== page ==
With a full house ready to rock Foreigner arrived on stage with a bang, to rapturous applause, by bashing out ‘Double Vision’ with a visible level of energy and determination which then segued into ‘Head Games’. So who was actually on stage at this juncture? Well fronted by the imperious Kelly Hansen on lead vocals the band consisted of Jeff Pilson (bass), Tom Gimbel (guitars/ keyboards/ saxophone), Bruce Watson (guitars), Michael Bluestein (keyboards) and Chris Frazier (drums). This is a group of finely polished musicians who played off each other effortlessly from the start with Hansen imploring them from the off “To get the party started”.
The focal part of the band is the debonair looking Hansen who not only knows how to throw all the shapes but also adds the perfect expression and interpretation into the vocal delivery of songs written many years before he joined in 2005. His rapport with the audience was both humorous and engaging with even a time out for an audience member being invited to the front to tie his shoe laces. This guy is the real deal as a rock frontman and certainly no tribute novelty act. The tempo was raised to another level as the instantly recognisable keyboard introduction of ‘Cold As Ice’ started up. As far as rock music goes it doesn’t get any more classic than this as a rampant rendition of the number was delivered with Hansen even venturing out into the audience during the track’s instrumental segment. A particular highlight of this number was the outstanding vocal harmonies from the band which was of course supported by all in attendance.
The hits just kept on coming with ‘Waiting For A Girl Like You’ drifting seamlessly into ‘That Was Yesterday’. Every note and every second of the show to this point had the audience rejoicing but there was certainly some confusion with the evening resembling a game of musical chairs at times with those in the stalls not knowing whether to stand up or sit down to the obvious frustration of some. A cracking version of ‘Dirty White Boy’ was delivered with Hansen reaching out to the “wild crazy women” in front of him as he charged around the stage introducing an element of sexuality into the proceedings by pouting and cavorting his body to the powerful number.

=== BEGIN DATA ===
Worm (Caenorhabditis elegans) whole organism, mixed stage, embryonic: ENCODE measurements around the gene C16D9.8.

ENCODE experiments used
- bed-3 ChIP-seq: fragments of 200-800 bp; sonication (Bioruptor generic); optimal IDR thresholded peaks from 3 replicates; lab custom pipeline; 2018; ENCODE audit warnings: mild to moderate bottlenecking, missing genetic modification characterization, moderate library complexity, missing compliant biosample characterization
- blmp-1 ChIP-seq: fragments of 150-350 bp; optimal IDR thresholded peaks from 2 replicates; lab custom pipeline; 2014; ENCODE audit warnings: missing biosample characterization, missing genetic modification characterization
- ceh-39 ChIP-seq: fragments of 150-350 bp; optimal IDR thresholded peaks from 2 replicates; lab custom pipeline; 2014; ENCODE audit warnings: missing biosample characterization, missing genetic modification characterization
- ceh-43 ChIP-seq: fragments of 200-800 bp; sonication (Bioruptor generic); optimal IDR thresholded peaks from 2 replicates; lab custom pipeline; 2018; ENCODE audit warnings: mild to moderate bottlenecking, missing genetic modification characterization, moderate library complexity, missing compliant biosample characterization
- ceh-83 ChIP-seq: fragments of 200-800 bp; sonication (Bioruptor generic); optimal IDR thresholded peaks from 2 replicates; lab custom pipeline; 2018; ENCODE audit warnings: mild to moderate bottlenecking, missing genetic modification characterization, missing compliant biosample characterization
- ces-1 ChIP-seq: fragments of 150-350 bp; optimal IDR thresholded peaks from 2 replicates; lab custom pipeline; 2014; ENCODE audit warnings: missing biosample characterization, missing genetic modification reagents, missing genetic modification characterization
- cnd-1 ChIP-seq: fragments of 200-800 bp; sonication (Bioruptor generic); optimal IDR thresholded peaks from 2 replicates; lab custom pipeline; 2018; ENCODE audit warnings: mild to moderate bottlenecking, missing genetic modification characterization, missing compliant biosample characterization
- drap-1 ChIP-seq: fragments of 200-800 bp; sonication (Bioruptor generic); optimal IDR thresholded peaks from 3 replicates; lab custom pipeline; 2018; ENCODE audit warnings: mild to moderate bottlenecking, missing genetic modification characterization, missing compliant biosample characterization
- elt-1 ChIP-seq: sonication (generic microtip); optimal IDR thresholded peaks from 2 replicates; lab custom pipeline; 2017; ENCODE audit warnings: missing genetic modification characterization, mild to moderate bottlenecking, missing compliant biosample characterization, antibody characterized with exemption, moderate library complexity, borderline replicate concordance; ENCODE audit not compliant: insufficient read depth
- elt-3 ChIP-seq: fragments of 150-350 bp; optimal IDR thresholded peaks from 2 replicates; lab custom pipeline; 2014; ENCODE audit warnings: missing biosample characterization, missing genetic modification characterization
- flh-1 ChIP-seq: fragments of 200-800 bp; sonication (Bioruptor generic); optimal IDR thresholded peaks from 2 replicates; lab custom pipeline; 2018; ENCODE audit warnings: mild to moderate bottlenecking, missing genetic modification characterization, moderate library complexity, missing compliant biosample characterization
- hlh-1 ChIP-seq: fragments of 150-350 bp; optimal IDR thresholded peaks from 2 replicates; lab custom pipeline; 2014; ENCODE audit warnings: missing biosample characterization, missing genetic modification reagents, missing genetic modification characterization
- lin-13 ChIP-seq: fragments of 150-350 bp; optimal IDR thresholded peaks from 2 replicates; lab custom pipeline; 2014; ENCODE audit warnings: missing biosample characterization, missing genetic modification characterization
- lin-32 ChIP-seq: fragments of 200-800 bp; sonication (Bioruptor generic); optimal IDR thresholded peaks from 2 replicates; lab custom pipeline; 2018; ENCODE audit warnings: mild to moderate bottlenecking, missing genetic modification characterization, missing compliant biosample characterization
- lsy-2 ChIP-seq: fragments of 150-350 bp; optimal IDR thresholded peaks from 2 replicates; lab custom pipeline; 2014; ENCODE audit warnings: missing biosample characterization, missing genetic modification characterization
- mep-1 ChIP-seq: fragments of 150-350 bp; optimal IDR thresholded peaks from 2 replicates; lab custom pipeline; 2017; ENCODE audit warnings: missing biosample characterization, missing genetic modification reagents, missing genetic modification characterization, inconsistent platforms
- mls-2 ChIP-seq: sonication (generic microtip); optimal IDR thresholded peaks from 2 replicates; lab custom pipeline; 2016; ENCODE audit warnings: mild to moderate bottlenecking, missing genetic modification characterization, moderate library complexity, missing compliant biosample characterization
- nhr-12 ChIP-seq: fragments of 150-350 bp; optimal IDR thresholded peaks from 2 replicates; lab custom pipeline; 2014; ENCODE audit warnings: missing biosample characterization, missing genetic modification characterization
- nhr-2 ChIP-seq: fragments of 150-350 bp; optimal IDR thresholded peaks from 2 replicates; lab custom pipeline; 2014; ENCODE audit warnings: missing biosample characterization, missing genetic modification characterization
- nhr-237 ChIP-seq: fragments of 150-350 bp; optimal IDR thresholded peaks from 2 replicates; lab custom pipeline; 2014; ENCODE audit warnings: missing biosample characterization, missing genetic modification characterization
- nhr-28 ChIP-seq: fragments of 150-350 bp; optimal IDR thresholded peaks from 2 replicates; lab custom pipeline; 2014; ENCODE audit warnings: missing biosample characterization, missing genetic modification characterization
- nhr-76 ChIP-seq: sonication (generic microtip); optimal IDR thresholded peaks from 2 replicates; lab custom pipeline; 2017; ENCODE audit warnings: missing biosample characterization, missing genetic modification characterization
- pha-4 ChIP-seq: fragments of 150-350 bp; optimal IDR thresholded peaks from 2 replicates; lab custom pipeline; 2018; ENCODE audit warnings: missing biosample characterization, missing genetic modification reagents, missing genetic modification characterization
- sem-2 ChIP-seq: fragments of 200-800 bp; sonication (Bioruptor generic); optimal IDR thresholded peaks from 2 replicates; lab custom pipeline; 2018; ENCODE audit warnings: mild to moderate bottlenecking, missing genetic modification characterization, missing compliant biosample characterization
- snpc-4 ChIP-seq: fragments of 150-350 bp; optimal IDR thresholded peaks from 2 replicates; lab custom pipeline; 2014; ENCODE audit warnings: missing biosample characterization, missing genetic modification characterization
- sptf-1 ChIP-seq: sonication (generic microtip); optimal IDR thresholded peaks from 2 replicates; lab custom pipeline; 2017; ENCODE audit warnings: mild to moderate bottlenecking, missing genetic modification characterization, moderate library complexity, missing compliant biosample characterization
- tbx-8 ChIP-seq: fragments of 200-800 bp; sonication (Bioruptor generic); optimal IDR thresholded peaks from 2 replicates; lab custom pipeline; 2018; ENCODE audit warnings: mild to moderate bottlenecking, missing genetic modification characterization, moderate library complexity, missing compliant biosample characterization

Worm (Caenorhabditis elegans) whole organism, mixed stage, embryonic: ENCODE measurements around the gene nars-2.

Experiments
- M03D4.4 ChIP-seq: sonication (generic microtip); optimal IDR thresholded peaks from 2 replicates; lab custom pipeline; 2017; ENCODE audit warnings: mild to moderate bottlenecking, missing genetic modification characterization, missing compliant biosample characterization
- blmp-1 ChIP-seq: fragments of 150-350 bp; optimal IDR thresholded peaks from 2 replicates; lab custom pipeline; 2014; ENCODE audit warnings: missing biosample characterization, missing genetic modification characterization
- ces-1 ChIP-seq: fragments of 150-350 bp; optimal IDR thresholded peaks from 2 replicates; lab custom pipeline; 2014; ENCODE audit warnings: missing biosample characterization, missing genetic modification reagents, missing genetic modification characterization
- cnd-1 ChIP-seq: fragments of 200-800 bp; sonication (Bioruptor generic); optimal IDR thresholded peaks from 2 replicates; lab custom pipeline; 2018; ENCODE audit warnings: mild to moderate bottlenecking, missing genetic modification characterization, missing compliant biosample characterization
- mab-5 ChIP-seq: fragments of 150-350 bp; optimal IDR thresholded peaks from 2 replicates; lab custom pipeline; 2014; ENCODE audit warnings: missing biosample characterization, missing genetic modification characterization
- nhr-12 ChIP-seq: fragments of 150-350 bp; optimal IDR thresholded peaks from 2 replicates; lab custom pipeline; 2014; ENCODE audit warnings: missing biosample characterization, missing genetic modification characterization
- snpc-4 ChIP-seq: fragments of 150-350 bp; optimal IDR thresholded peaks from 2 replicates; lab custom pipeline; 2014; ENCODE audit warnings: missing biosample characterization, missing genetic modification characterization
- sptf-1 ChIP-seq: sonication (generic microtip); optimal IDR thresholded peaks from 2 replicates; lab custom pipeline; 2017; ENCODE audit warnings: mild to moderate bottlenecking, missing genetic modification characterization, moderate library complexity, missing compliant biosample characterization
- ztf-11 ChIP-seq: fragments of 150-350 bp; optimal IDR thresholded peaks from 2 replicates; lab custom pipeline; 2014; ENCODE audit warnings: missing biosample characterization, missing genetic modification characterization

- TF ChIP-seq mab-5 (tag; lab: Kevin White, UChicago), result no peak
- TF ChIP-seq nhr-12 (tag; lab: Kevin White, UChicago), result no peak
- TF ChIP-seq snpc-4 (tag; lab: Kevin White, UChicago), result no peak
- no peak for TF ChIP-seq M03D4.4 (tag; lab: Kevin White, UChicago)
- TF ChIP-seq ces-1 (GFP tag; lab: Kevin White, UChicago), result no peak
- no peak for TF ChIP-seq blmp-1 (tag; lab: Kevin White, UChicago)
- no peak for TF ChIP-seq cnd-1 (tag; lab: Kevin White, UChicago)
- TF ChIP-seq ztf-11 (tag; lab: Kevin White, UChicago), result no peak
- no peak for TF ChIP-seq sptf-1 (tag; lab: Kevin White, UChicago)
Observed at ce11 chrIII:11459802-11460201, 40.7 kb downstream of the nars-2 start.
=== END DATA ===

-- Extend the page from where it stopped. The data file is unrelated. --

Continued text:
It was finally time to welcome to the stage the master and the packed house rose as one to salute Mick Jones as he walked onto the stage. He must be delighted that such a talented group of musicians are still peddling out his gold plated masterpieces that were penned so long ago. Hansen was determined to keep the tempo high as all were encouraged to dig down deep to find that 20 year old rock ‘n’ roller in themselves as Jones stage front hit the strings to usher in ‘Feels Like The First Time’ the first Foreigner song he wrote back in 1976. Whilst there has been no new material for many years nobody seemed to care particularly when the epitome of essential AOR in the form of ‘Urgent’ started. The amazing sax from Gimbel on this number was a sight to behold as he turned this instrument into the rockiest form many will have ever seen and heard. The guy is a true artist moving during the evening between guitars, keyboard and sax as well as delivering backup vocals………..boy what a talent. The energy levels then sadly dipped during the customary keyboard and drum solos. Talented as they are on these instruments the show could have benefited from another couple of actual songs as only 12 numbers were played in total. Food for thought! The main set came to a conclusion with a rocking version of ‘Juke Box Hero’.
Atmospheric spacey keyboard sounds underpinned ‘Long, Long Way From Home’ as the band returned to the stage. Deservedly getting one of the biggest cheers of the night was ‘I Want To Know What Love Is’ and this certainly had the crowd swaying from side to side putting the icing on the cake for many as the band were joined on stage by a children’s choir although sadly their contribution couldn’t really be heard. The band heroically wrapped up a nostalgic evening with ‘Hot Blooded’.
It had been great to witness an evening of classic AOR with the band never letting it slip from beginning to end and staying faithful to the past. The gracious back catalogue still sounded fresh and exciting and it was great to see them back in Birmingham. To get a feel for the quality of the current band it would be well worth checking out their new album ‘Foreigner with the 21st Century Symphony Orchestra & Chorus’.
Cold As Ice
Waiting For A Girl Like You
That Was Yesterday
Dirty White Boy
Feels Like The First Time
Juke Box Hero
Long, Long Way From Home
I Want To Know What Love Is